• 12. The Foundations of Adolescents’ Interaction in Social Media - the model emerging from the grounded theory Casual conditions Majority effect Novelty effect Peer pressure Gaining technical skills: Learning how to use the medium Gaining socialization skills: Learning to socialize through and within the medium Gaining managerial skills: Learning to manage the usage of the medium and deal with its constraints Extension of adolescents cognition Gaining new knowledge through accessing the group knowledge and receiving and sharing new pieces of information Autonomously and/or with social interactions Learn to [exist] Learn [to exist] Context Core category Phenomenon ConsequencesStrategies Actions/ Interactions Searching/ Discovering/ Experiencing/ Evaluating/ Making decisions Intervening conditions Related to the technology Related to the user Related to others Lebanon Social media main communication tool used by adolescents Need social presence [of] others Need social presence [to] others Fear of disappearing (being forgotten) Learn to exist
  • 13. Learn to [exist] and Learn [to exist]
  • 14. Physiological Safety Love/Belonging Esteem Self- actualization PhysiologicalSafetyLove/Belonging Esteem Self- actualization Physiological Safety Love/Belonging Esteem Self- actualization Physiological Safety Love/Belonging Esteem Self- actualization Physiological Safety Love/Belonging Esteem Self-actualization Physiological Safety Love/Belonging Esteem Self- actualization Physiological Safety Love / Belonging Esteem Self- actualization Physiological Safety Love / Belonging Esteem Self- actualization PhysiologicalSafetyLove / BelongingEsteem Self- actualization 19 8 7 65 4 3 2 Adapted from Maslow Physiological Safety Love / Belonging Esteem Self-actualization Internet connectivity Device (mobile phone, computer, iPad, iPod...) Applications Sites From strangers, cyberbullies, hackers, thiefs Digital health (moderate and controlled use) Privacy Online connections and friends Comunities of practice Online interest groups Self-esteem Respect of/ by others High Interactiactivity (posts, comments, likes) Self-efficacy Personal growth Personal fulfillment Self-development Feeling of own value Learning to exist Need to Exist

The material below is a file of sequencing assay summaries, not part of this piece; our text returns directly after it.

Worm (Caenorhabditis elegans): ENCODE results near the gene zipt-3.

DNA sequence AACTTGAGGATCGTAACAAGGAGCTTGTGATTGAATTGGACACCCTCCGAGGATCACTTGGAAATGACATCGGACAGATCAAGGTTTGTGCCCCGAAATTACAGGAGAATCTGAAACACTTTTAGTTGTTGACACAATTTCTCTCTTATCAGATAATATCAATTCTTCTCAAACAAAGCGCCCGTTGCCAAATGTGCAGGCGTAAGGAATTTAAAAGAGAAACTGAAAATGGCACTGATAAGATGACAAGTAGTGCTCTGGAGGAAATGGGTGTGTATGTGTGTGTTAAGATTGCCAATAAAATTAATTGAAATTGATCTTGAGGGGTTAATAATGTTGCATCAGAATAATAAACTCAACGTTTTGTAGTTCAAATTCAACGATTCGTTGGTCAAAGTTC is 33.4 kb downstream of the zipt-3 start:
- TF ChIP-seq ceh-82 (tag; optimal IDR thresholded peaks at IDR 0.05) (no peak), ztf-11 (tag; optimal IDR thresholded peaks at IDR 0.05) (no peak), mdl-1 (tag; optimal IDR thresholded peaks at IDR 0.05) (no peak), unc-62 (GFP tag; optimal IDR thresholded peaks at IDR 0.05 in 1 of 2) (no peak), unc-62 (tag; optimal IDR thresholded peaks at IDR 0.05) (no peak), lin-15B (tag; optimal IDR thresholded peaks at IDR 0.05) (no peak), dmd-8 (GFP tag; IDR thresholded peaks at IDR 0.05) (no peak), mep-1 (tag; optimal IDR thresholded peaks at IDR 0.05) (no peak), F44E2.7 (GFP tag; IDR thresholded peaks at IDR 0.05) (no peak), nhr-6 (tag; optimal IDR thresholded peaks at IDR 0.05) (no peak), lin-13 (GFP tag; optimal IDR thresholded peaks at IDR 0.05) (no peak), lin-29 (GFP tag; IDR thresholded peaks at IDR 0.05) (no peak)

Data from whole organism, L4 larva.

• 15. Conclusion Transferable Construct 
 Adolescents face two challenges to flourish online: 1.Learn to [exist] through acquiring technical skills 2.Learn [to exist] through developing online soft skills Achieved due to adolescents’ self-determination and intrinsic motivation to learn. Future Research Questions Now that we understand the motives behind adolescents’ autonomous and seamless informal learning in social media, how can we 1. Create a learning environment in our schools that mirrors the environment in which adolescents are living while in social media, where students feel the need and the passion to learn, set goals for themselves and thrive autonomously to achieve them? 2. Integrate the technologies that are already part of our adolescents’ lives in this new school environment? Limitations of the Study 1. Not generalizable but transferable 2. Qualitative interpretive study (self-reported data, inductive analysis)
  • 16. Suggestions for Future Research Action research to accompany a group of adolescents in formal learning settings and observe: The qualitative changes that may occur in how this group construe learning with social media Participants’ engagement in new learning processes with social media Pedagogical changes with social media (shift of ownership of knowledge) Ethnography, narrative or case study with various groups of adolescents to: Observe them for a significant period of time Observe how adolescents’ social media behaviors affect their cognitive and emotional development directly and indirectly Apply new knowledge into the educational system
  • 17. Examining Committee: Dr. Ann-Louise Davidson, Supervisor Dr. Saul Carliner Dr. David Waddington Dr. Pavel Trofimovitch, Chair